Walt Disney's Parade of Dreams
What would a Disney celebration be without a parade? With over 100 performers, floats that reach up to 20 feet tall, confetti blasts, classic Disney characters, and choreographed musical numbers, the anniversary parade was spectacular.
Disneyland--The First 50 Years
The Main Street USA attraction traced the evolution of the landmark theme park through a film and an exhibit of artifacts including concept artwork and attraction models. A post-film exhibit hall showcased attractions and concepts that never made it from the drawing board to bricks and mortar.
In addition to the new attractions, Disneyland burnished its centerpiece Sleeping Beauty Castle with a fresh coat of paint, royal accoutrements, cutting-edge lighting, and other enhancements. Guests who sent in their Disney vacation snapshots were featured in The Happiest Faces on Earth...A Disney Family Album. Artists position the small photos to create large photo collages of classic Disney attractions and characters. And sister park Disney's California Adventure introduced a Block Party Bash to commemorate the anniversary.
The Happiest Celebration on Earth at Disney World
Disneyland may be the park where it all began and the focal point of the 50th anniversary event, but Disney World joined the festivities with a slew of new attractions.
Disney-MGM Studios: Lights, Motors, Action! Extreme Stunt Show
Imported from Disneyland Paris, this ambitious stadium show focused on car and motorcycle stunts. It included copious explosions and death-defying moments. The show has since closed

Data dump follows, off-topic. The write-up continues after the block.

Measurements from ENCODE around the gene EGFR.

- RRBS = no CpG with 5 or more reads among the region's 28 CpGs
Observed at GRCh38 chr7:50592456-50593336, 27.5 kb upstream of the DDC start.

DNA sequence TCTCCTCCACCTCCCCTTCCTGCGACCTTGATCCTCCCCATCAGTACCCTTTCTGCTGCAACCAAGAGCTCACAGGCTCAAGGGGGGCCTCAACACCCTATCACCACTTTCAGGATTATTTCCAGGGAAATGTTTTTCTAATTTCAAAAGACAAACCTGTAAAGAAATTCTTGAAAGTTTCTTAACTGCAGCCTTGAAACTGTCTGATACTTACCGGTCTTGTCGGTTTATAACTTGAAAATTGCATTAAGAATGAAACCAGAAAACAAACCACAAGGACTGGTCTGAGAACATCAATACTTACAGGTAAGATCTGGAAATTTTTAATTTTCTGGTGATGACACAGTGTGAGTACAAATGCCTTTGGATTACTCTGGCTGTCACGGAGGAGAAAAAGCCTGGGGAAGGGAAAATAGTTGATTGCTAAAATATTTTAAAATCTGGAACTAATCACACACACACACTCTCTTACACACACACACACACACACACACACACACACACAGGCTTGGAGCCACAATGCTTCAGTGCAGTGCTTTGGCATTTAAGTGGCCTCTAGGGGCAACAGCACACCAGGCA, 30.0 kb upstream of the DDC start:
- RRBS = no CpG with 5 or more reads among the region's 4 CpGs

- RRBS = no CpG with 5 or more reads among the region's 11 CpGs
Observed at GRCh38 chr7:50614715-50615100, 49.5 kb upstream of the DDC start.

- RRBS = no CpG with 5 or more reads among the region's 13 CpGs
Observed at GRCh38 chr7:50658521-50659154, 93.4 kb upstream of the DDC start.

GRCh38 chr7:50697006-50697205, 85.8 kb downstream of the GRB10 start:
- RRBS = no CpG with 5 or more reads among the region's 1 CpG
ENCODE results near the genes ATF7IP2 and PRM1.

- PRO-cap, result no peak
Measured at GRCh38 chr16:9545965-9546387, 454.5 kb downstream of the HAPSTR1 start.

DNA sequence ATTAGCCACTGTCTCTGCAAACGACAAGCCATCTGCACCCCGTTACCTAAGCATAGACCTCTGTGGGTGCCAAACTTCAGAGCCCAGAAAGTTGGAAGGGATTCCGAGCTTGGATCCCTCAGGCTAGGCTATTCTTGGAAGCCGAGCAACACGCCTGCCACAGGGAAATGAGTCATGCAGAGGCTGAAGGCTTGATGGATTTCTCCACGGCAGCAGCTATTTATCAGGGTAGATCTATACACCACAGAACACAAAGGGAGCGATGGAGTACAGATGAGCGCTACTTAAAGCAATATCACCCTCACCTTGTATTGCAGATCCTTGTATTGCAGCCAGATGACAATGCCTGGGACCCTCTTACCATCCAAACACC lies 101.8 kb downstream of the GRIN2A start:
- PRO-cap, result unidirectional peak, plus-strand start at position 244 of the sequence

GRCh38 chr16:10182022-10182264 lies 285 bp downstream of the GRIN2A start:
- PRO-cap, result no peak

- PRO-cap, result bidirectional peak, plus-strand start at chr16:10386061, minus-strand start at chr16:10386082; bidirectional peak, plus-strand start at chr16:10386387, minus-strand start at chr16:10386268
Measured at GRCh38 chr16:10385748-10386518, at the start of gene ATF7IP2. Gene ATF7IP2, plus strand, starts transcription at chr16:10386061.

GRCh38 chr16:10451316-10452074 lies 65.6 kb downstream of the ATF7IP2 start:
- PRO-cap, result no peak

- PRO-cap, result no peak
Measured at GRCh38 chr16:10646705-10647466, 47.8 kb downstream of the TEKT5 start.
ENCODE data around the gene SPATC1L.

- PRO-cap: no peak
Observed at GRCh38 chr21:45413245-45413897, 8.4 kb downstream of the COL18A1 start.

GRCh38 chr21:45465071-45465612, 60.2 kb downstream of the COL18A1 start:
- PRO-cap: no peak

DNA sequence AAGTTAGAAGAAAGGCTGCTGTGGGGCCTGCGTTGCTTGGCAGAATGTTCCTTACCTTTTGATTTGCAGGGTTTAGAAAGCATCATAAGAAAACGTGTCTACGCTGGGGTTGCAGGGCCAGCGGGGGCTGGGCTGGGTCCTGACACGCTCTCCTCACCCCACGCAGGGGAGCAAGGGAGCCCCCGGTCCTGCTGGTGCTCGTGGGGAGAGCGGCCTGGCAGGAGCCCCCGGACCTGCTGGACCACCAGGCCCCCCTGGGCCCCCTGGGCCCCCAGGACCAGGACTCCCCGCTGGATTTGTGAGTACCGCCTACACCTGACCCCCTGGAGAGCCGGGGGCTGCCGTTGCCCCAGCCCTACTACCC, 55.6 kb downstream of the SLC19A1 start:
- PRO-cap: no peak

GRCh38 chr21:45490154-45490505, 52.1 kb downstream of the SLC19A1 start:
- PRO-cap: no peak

Disney cloned its wonderful Soarin' Over California, which had been wowing audiences at Disney's California Adventure park, and built it in The Land pavilion. The attraction simulated hang gliding by lifting riders forty feet into the air on a motion base, with their feet dangling, and gently moving them in synch with projected images of famous California landmarks. It has since been updated to Soarin' Around the World.
- Epcot: Turtle Talk with Crush
Although it debuted a few months before the Happiest Celebration and was not officially part of the 50th anniversary event, Turtle Talk with Crush, located inside The Living Seas pavilion, was (and remains) a must-see. In classic Disney fashion, its real-time animation is an astonishing breakthrough in Imagineering technology that is wrapped around an engaging, delightful story. Crush, the surfer-dude from "Finding Nemo," is utterly convincing as he interacts with audience members.
The Magic Kingdom: Cinderellabration
If the pumped-up mayhem of Lights, Motors, Action! was intended for boys (and men with the dominant let's-blow-something-up gene—which is to say all men), then girls got their sugar-and-spice-and-all-things-nice show with this stage presentation. Picking up where the 1950 film ended, the show featured Cinderella's coronation as an official princess. All together now: "Awwwwwwwww." On hand to cheer the newly crowned Cindy was other Disney royalty, including Snow White, Aurora ("Sleeping Beauty"), Belle ("Beauty and the Beast"), Jasmine ("Aladdin"), and, of course, one beaming fairy godmother. This show originated at Tokyo Disneyland.
Disney's Animal Kingdom: Expedition Everest
Another mountain coaster came to Disney World for the celebration, and it remains one of the resort's most popular attractions. The E-ticket ride features an adventure through the Himalayan Mountains in pursuit of the elusive yeti. Like the Revenge of the Mummy coasters at the Universal parks, the trains on Expedition Everest reverse direction for parts of the ride.